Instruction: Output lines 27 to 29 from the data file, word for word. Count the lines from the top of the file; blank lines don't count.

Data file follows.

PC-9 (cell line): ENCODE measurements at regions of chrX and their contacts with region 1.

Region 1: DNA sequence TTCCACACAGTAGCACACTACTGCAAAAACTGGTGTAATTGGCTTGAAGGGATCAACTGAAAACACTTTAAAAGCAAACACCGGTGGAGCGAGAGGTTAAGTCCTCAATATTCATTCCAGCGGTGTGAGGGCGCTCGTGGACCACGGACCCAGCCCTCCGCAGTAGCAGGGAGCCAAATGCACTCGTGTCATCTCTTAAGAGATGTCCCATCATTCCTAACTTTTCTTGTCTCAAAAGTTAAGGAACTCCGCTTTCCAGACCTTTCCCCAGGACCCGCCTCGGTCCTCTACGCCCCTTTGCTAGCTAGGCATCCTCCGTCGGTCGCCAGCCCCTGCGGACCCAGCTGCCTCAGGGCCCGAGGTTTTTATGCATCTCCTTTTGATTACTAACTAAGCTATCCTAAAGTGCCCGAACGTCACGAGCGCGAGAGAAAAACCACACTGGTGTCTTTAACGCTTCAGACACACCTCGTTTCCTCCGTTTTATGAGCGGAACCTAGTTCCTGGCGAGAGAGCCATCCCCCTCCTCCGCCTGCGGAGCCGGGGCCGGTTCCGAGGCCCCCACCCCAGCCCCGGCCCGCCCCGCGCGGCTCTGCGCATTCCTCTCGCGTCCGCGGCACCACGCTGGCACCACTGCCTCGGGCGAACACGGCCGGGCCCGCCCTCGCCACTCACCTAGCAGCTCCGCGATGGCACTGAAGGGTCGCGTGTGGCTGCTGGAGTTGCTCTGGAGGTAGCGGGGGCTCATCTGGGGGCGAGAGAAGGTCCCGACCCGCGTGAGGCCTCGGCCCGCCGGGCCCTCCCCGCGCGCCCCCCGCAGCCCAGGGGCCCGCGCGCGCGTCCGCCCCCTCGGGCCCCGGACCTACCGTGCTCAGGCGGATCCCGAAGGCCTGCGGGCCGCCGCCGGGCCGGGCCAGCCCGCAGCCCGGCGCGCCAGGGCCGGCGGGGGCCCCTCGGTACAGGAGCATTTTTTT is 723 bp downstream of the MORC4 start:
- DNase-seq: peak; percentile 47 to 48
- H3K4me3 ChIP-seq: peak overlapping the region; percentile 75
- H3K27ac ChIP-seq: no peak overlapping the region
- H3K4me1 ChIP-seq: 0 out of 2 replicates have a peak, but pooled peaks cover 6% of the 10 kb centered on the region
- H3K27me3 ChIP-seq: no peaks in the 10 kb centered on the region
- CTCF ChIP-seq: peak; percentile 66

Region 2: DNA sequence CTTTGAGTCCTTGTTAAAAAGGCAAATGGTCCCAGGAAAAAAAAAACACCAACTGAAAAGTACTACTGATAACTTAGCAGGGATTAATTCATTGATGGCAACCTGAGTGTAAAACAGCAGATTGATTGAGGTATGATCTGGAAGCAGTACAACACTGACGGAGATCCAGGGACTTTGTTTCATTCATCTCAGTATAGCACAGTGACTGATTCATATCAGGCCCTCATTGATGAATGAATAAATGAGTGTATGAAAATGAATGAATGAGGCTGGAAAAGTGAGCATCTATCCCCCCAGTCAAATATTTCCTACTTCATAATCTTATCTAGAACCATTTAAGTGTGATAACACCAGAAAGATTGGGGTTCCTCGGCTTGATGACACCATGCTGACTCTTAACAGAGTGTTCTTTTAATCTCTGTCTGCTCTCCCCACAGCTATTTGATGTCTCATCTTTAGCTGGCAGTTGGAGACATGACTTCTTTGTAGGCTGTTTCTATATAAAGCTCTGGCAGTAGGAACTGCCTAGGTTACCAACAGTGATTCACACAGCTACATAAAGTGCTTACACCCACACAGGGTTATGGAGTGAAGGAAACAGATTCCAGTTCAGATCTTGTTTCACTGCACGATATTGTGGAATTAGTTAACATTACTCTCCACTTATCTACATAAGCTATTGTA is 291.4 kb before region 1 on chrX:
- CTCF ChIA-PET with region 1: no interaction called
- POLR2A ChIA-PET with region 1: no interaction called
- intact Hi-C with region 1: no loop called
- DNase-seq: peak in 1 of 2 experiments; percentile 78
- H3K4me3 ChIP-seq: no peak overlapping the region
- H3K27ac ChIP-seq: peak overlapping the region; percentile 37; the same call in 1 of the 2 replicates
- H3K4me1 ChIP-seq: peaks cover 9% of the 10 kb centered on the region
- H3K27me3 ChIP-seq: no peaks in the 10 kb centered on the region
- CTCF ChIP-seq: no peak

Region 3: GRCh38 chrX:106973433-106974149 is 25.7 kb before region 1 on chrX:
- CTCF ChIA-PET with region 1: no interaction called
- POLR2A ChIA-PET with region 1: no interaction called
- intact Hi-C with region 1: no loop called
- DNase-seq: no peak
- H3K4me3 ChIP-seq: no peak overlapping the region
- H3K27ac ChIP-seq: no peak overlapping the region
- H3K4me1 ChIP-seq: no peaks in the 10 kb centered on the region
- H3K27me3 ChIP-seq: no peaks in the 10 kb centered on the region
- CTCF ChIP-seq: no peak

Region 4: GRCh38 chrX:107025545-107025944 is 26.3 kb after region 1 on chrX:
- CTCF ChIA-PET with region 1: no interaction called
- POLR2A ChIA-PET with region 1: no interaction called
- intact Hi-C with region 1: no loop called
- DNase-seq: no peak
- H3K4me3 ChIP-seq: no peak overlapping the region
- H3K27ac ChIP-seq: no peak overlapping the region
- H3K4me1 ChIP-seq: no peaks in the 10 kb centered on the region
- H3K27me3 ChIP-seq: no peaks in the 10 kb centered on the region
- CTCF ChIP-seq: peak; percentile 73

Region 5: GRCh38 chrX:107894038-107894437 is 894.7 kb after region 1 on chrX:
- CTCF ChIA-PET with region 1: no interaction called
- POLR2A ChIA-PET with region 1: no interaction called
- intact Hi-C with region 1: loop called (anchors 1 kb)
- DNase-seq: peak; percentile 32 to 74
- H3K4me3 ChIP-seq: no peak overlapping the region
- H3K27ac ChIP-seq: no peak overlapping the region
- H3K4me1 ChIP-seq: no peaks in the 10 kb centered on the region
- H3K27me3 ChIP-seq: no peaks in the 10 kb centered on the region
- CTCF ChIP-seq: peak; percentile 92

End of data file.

- H3K27me3 ChIP-seq: no peaks in the 10 kb centered on the region
- CTCF ChIP-seq: no peak

Region 4: GRCh38 chrX:107025545-107025944 is 26.3 kb after region 1 on chrX: